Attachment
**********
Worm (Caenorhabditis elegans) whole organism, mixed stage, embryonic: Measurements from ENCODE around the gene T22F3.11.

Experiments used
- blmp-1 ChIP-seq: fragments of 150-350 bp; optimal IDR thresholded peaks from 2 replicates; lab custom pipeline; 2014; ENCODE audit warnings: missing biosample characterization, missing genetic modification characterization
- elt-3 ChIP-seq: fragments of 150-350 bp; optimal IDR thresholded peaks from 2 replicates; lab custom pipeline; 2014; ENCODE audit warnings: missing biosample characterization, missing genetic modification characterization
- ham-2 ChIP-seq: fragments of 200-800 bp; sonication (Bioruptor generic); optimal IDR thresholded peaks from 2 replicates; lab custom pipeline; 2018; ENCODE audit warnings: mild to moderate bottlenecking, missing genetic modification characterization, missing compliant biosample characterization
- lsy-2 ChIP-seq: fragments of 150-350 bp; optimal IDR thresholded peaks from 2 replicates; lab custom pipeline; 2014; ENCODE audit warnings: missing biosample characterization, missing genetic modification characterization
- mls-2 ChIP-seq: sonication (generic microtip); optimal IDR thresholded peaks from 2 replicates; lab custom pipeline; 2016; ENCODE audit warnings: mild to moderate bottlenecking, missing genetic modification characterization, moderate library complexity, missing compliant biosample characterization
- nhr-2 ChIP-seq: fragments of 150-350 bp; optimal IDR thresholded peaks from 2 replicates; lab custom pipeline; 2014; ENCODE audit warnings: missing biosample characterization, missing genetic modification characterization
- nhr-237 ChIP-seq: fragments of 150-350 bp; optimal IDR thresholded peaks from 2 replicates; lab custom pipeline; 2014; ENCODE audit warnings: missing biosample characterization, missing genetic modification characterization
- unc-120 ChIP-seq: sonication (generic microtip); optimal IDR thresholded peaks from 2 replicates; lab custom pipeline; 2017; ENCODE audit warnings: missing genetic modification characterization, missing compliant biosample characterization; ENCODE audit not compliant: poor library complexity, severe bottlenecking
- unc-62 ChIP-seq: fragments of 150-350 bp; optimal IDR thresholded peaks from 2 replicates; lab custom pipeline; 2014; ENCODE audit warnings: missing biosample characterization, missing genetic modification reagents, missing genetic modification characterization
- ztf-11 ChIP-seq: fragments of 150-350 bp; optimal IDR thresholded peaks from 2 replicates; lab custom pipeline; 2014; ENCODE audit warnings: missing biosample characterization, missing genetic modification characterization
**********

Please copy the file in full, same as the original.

Worm (Caenorhabditis elegans) whole organism, mixed stage, embryonic: Measurements from ENCODE around the gene T22F3.11.

Experiments used
- blmp-1 ChIP-seq: fragments of 150-350 bp; optimal IDR thresholded peaks from 2 replicates; lab custom pipeline; 2014; ENCODE audit warnings: missing biosample characterization, missing genetic modification characterization
- elt-3 ChIP-seq: fragments of 150-350 bp; optimal IDR thresholded peaks from 2 replicates; lab custom pipeline; 2014; ENCODE audit warnings: missing biosample characterization, missing genetic modification characterization
- ham-2 ChIP-seq: fragments of 200-800 bp; sonication (Bioruptor generic); optimal IDR thresholded peaks from 2 replicates; lab custom pipeline; 2018; ENCODE audit warnings: mild to moderate bottlenecking, missing genetic modification characterization, missing compliant biosample characterization
- lsy-2 ChIP-seq: fragments of 150-350 bp; optimal IDR thresholded peaks from 2 replicates; lab custom pipeline; 2014; ENCODE audit warnings: missing biosample characterization, missing genetic modification characterization
- mls-2 ChIP-seq: sonication (generic microtip); optimal IDR thresholded peaks from 2 replicates; lab custom pipeline; 2016; ENCODE audit warnings: mild to moderate bottlenecking, missing genetic modification characterization, moderate library complexity, missing compliant biosample characterization
- nhr-2 ChIP-seq: fragments of 150-350 bp; optimal IDR thresholded peaks from 2 replicates; lab custom pipeline; 2014; ENCODE audit warnings: missing biosample characterization, missing genetic modification characterization
- nhr-237 ChIP-seq: fragments of 150-350 bp; optimal IDR thresholded peaks from 2 replicates; lab custom pipeline; 2014; ENCODE audit warnings: missing biosample characterization, missing genetic modification characterization
- unc-120 ChIP-seq: sonication (generic microtip); optimal IDR thresholded peaks from 2 replicates; lab custom pipeline; 2017; ENCODE audit warnings: missing genetic modification characterization, missing compliant biosample characterization; ENCODE audit not compliant: poor library complexity, severe bottlenecking
- unc-62 ChIP-seq: fragments of 150-350 bp; optimal IDR thresholded peaks from 2 replicates; lab custom pipeline; 2014; ENCODE audit warnings: missing biosample characterization, missing genetic modification reagents, missing genetic modification characterization
- ztf-11 ChIP-seq: fragments of 150-350 bp; optimal IDR thresholded peaks from 2 replicates; lab custom pipeline; 2014; ENCODE audit warnings: missing biosample characterization, missing genetic modification characterization